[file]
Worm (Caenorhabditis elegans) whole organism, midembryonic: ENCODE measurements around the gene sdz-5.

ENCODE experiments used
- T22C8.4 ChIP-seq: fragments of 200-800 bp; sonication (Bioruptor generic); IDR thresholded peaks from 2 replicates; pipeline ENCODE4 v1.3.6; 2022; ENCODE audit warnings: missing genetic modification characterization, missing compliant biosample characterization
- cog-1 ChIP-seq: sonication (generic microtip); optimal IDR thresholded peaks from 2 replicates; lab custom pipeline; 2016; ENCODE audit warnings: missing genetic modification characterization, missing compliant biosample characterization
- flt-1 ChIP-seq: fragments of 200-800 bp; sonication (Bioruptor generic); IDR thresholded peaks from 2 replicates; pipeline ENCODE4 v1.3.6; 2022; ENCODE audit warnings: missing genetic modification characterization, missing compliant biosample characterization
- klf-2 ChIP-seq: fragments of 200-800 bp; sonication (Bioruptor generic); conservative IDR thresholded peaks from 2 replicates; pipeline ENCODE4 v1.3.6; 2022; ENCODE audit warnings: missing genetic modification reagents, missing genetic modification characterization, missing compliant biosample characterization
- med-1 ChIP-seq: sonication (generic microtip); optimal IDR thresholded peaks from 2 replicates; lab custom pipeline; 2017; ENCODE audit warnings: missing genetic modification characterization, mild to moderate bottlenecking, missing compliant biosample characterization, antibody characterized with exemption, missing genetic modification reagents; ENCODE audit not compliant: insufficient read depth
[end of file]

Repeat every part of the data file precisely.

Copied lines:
Worm (Caenorhabditis elegans) whole organism, midembryonic: ENCODE measurements around the gene sdz-5.

ENCODE experiments used
- T22C8.4 ChIP-seq: fragments of 200-800 bp; sonication (Bioruptor generic); IDR thresholded peaks from 2 replicates; pipeline ENCODE4 v1.3.6; 2022; ENCODE audit warnings: missing genetic modification characterization, missing compliant biosample characterization
- cog-1 ChIP-seq: sonication (generic microtip); optimal IDR thresholded peaks from 2 replicates; lab custom pipeline; 2016; ENCODE audit warnings: missing genetic modification characterization, missing compliant biosample characterization
- flt-1 ChIP-seq: fragments of 200-800 bp; sonication (Bioruptor generic); IDR thresholded peaks from 2 replicates; pipeline ENCODE4 v1.3.6; 2022; ENCODE audit warnings: missing genetic modification characterization, missing compliant biosample characterization
- klf-2 ChIP-seq: fragments of 200-800 bp; sonication (Bioruptor generic); conservative IDR thresholded peaks from 2 replicates; pipeline ENCODE4 v1.3.6; 2022; ENCODE audit warnings: missing genetic modification reagents, missing genetic modification characterization, missing compliant biosample characterization
- med-1 ChIP-seq: sonication (generic microtip); optimal IDR thresholded peaks from 2 replicates; lab custom pipeline; 2017; ENCODE audit warnings: missing genetic modification characterization, mild to moderate bottlenecking, missing compliant biosample characterization, antibody characterized with exemption, missing genetic modification reagents; ENCODE audit not compliant: insufficient read depth